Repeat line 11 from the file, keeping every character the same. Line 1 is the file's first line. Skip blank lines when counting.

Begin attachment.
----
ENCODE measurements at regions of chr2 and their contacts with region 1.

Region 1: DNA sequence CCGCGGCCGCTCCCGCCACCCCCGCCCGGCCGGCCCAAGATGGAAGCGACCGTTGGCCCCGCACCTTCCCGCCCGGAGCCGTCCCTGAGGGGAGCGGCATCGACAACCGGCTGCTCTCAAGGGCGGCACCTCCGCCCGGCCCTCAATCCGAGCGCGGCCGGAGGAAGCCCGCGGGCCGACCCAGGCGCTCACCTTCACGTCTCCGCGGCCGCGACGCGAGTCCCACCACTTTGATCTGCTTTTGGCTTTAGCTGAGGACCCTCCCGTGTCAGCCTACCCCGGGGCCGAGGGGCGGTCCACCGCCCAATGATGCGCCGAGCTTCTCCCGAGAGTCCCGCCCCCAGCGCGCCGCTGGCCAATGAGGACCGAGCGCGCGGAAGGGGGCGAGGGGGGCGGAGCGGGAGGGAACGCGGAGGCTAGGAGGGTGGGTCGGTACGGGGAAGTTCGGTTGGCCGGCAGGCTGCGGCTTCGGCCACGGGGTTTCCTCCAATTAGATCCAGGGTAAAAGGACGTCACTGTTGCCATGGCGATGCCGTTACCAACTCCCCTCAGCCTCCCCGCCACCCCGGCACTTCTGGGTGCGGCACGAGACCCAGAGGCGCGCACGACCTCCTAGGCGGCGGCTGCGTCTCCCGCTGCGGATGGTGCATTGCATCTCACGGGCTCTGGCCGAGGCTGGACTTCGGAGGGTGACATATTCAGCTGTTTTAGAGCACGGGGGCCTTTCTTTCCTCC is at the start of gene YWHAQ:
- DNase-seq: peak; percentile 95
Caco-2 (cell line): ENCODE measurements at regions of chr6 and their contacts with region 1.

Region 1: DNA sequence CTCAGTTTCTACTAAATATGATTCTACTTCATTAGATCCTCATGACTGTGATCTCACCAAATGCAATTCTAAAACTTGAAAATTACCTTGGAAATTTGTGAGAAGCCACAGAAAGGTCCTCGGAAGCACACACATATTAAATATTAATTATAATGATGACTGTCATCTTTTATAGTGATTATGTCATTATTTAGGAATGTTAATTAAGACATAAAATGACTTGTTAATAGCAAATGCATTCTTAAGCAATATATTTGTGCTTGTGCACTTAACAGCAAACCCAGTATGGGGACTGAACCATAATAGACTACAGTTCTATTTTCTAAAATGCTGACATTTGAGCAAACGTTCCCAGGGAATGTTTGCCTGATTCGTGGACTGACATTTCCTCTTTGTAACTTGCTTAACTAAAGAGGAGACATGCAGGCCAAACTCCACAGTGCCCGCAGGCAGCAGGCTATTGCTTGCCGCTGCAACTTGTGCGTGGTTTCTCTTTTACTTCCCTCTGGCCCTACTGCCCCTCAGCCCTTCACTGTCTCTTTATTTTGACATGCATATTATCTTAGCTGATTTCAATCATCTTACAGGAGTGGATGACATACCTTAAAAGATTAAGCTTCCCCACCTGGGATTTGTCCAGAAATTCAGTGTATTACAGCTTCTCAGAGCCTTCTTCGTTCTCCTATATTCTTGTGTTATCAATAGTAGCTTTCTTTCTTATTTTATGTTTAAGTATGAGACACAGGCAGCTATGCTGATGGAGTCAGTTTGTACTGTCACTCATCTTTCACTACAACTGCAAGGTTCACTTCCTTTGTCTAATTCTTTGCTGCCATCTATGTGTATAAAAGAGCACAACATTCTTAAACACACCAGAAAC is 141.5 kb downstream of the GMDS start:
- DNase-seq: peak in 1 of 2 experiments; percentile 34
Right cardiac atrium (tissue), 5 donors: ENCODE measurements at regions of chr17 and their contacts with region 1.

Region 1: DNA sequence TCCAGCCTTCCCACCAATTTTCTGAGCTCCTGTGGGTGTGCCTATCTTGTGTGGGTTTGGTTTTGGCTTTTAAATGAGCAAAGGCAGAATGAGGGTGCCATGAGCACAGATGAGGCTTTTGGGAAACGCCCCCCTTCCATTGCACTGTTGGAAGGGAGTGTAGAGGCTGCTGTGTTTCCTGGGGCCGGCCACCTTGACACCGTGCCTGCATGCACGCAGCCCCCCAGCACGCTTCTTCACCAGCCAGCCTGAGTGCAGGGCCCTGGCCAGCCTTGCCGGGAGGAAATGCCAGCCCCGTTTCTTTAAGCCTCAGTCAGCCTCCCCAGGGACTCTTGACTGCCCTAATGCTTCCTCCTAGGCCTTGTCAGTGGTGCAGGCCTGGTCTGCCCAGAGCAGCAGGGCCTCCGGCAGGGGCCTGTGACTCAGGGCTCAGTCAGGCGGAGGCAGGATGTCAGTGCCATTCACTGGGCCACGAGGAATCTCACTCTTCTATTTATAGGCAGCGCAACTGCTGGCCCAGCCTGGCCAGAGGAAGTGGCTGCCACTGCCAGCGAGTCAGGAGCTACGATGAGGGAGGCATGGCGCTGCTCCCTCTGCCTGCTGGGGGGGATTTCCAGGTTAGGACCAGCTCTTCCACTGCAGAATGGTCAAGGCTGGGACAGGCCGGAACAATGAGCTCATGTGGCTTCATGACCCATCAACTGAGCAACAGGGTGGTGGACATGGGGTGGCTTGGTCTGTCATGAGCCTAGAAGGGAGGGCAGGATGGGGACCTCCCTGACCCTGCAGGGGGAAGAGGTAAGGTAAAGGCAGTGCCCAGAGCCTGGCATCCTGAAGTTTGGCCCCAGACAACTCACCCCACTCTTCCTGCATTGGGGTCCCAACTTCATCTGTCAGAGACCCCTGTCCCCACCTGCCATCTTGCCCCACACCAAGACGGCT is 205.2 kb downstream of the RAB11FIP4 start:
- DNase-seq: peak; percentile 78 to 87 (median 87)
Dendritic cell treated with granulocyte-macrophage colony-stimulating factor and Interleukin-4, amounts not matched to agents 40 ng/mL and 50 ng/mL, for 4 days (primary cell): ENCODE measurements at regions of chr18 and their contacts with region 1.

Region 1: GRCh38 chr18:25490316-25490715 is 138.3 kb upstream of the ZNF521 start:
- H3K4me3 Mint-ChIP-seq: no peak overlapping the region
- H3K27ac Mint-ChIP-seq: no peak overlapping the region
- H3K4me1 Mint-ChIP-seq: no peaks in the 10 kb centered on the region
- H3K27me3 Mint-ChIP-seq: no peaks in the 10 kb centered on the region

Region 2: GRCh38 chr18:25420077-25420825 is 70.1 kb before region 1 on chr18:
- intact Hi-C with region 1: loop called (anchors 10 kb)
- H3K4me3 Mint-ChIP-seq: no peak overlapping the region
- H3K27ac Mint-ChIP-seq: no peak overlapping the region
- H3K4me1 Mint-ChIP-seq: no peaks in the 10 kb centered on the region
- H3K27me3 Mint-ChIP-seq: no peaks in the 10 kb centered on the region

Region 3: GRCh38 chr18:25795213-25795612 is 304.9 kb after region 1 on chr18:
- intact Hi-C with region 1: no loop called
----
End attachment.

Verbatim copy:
Region 1: GRCh38 chr18:25490316-25490715 is 138.3 kb upstream of the ZNF521 start: